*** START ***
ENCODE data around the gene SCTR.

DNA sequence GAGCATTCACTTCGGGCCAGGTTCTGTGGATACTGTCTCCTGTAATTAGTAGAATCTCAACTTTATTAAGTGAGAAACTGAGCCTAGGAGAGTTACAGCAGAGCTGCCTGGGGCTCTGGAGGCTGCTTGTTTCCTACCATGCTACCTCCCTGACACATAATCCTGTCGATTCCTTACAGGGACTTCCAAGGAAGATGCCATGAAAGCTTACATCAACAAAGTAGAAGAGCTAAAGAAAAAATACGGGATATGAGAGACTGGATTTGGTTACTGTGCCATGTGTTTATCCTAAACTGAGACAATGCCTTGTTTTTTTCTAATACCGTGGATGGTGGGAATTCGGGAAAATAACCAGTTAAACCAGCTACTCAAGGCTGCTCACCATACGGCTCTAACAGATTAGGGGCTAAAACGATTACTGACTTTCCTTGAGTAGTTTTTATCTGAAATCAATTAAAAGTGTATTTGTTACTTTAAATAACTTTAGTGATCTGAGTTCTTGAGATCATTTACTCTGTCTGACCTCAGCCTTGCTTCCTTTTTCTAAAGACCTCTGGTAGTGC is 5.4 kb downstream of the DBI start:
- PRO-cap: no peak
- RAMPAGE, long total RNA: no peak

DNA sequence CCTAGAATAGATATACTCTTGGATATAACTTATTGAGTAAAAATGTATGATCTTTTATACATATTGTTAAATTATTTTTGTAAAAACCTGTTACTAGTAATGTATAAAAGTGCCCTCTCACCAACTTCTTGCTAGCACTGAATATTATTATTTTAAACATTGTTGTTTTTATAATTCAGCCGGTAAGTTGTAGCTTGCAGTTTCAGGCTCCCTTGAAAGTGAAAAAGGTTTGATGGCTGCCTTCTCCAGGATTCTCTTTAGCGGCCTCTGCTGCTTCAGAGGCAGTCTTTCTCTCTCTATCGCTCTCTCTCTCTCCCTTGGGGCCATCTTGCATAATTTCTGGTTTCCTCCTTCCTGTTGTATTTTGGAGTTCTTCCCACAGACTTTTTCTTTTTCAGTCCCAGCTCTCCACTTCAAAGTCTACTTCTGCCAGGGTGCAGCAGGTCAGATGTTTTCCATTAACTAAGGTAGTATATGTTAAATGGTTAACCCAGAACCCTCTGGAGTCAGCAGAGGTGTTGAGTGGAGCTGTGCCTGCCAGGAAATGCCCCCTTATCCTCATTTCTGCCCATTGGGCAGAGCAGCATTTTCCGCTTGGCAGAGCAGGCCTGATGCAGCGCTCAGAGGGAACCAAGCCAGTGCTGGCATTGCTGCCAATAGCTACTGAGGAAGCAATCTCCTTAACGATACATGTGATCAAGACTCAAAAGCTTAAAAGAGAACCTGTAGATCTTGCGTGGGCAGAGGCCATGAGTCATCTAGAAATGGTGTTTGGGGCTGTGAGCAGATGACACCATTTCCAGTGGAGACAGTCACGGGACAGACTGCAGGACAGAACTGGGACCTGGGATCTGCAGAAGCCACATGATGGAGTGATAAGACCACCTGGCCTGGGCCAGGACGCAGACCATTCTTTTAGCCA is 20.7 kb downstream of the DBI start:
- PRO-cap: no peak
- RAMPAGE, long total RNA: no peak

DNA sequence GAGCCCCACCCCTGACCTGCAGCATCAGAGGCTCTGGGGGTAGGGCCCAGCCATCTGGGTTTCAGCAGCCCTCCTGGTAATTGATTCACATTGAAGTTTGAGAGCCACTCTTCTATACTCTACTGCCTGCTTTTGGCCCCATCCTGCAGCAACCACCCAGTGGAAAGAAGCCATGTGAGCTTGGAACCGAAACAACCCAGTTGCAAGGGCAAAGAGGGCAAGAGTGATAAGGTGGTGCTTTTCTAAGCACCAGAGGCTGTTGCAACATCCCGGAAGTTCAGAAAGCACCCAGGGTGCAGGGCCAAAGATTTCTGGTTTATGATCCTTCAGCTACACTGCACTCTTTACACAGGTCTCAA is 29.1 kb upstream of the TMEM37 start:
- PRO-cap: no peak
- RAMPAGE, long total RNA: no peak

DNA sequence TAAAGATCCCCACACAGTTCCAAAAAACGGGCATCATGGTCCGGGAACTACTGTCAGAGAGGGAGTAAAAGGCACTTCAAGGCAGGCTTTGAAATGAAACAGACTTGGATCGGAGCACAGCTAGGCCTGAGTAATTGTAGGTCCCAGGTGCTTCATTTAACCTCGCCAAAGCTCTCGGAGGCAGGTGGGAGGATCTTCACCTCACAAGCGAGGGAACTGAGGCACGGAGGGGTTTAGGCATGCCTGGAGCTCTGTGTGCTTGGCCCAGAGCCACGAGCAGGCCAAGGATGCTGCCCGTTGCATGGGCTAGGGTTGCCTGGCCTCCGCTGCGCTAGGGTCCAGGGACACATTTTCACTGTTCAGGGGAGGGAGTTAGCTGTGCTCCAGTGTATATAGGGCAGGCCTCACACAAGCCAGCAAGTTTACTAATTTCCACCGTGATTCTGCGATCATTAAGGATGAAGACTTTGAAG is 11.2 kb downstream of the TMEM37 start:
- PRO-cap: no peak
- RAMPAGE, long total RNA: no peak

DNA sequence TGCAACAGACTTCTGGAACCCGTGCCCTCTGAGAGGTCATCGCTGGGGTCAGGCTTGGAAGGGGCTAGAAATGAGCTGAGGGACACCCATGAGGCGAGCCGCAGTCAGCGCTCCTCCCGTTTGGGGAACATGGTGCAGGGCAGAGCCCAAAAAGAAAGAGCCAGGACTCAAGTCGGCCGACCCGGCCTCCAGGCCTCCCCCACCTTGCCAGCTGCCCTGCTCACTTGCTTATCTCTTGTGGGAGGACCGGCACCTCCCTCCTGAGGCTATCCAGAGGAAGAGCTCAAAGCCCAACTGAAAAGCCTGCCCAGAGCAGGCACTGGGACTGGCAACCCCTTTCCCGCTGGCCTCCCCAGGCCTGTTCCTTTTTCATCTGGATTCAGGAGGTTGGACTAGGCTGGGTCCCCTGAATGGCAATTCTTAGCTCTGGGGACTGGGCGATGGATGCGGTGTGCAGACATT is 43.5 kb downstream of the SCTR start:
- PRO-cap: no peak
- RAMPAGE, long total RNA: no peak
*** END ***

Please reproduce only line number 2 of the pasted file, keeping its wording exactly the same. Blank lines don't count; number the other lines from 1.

DNA sequence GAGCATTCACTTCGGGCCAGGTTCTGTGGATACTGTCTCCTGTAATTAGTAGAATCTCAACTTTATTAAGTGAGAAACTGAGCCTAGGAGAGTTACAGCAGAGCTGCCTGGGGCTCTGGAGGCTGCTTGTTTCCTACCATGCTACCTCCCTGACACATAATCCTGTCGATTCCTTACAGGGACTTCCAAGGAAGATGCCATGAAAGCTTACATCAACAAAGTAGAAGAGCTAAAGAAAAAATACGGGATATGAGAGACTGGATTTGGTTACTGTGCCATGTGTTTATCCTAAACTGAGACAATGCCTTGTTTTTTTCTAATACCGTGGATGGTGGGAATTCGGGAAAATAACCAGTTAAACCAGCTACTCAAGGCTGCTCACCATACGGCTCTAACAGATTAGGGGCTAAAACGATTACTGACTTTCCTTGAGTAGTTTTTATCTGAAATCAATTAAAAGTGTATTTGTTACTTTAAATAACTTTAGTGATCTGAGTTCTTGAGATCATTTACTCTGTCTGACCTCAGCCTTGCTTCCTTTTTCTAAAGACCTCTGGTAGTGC is 5.4 kb downstream of the DBI start: